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BLAST RADIUS: No. 4 in a Series of Data Humanization Performances

  • Author(s): Jenik, Adriene
  • et al.

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https://doi.org/10.5070/R72145855Creative Commons 'BY' version 4.0 license
Abstract

At around 7:30pm on April 13, 2017 the US government dropped the Massive Ordnance Air Blast (MOAB) bomb near the Moman Dara Village in the Asadkhel area in the Achin district of Nagarhar province in eastern Afghanistan. Nicknamed the "Mother of All Bombs" the weapon is the largest non-nuclear weapon in the US arsenal, with a blast radius, meaning the area in which serious effects on people and structures can be felt, of a mile. While the MOAB was the largest weapon released, it was but one of 4,361 air weapons that targeted Afghanistan during 2017, according to US Air Forces Central Command declassified airpower summaries.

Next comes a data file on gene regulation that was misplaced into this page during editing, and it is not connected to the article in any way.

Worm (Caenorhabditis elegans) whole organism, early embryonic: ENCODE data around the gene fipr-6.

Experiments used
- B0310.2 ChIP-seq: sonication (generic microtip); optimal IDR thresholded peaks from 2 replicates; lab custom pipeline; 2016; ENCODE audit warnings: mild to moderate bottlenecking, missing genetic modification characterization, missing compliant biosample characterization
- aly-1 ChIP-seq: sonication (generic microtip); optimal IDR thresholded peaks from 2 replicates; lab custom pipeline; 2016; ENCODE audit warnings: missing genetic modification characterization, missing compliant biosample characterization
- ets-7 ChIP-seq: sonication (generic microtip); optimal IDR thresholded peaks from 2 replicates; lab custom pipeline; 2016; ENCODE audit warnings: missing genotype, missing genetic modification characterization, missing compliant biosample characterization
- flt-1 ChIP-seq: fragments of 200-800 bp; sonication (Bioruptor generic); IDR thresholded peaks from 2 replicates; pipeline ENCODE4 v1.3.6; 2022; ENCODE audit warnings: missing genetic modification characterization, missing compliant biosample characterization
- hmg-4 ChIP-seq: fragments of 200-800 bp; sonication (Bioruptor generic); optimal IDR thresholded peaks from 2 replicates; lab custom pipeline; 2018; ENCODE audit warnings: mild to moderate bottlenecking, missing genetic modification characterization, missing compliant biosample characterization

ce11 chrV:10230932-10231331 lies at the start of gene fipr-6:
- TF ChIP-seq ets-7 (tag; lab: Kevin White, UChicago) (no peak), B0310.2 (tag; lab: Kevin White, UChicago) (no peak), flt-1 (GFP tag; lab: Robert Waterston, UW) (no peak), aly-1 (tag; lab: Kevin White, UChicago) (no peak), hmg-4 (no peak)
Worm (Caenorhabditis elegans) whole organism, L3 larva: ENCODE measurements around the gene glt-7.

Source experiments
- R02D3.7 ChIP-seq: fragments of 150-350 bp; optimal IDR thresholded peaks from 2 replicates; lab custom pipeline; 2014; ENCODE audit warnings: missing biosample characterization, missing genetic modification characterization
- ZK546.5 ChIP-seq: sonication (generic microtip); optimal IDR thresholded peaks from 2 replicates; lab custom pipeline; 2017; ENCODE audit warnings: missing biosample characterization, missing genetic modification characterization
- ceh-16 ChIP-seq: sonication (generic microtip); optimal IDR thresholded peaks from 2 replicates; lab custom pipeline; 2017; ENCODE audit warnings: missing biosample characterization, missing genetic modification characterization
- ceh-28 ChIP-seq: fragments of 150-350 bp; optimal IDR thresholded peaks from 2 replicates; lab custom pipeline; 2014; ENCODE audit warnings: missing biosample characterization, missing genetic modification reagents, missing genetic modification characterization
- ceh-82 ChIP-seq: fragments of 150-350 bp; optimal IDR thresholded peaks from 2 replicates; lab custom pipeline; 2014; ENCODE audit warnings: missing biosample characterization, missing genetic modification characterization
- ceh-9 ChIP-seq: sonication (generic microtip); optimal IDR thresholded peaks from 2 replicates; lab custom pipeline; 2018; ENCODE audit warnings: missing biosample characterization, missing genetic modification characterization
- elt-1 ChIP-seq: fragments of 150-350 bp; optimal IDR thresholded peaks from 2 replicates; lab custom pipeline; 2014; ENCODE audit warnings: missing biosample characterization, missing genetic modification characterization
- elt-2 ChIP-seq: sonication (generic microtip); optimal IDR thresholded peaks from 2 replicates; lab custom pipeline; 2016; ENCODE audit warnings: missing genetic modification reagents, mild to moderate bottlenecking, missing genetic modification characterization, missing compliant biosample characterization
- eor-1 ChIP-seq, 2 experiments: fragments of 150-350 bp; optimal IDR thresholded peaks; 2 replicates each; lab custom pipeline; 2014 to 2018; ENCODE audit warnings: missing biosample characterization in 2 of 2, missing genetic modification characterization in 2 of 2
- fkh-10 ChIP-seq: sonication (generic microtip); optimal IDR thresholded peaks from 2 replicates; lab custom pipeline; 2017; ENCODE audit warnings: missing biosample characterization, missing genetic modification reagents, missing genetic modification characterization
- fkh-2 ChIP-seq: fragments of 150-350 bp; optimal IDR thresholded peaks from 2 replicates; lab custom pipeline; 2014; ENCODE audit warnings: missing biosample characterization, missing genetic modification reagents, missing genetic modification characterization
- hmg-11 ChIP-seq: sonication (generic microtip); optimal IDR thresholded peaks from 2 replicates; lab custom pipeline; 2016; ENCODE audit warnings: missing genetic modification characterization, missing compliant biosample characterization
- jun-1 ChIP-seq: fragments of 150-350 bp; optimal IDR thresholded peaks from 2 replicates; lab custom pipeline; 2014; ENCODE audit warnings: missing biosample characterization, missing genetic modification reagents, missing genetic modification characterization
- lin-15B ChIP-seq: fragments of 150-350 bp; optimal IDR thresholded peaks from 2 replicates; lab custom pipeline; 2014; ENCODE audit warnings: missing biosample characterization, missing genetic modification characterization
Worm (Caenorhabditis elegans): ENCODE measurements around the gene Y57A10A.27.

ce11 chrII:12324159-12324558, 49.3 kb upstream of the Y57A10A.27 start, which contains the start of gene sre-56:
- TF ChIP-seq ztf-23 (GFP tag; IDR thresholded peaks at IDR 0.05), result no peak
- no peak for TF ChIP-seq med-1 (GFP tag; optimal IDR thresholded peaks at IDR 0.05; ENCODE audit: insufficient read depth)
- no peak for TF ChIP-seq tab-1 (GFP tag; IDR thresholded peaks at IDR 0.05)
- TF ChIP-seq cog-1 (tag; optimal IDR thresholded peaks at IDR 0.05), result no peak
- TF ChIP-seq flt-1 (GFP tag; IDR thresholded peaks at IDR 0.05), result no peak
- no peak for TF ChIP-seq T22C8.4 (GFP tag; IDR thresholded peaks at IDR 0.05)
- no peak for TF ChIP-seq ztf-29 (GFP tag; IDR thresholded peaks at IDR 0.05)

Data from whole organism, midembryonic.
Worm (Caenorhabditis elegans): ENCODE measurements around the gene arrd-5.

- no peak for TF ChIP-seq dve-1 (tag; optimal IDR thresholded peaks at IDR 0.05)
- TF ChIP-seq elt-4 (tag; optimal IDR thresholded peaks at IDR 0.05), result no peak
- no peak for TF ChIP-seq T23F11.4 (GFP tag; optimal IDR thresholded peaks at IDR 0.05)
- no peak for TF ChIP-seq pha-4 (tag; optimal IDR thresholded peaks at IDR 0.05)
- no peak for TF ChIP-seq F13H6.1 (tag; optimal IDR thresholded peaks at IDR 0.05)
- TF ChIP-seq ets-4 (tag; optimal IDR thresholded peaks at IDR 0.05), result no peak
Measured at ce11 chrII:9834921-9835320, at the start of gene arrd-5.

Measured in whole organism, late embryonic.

At 7:30am on April 13, 2018, the anniversary of this event, I walked a path equivalent to the blast radius of MOAB on land in Arizona. This walk memorialized the civilians killed, the villages terrorized, the populations forced to migrate, and the lands scarred as a result of the endless wars being carried out in the name of protecting US citizens.

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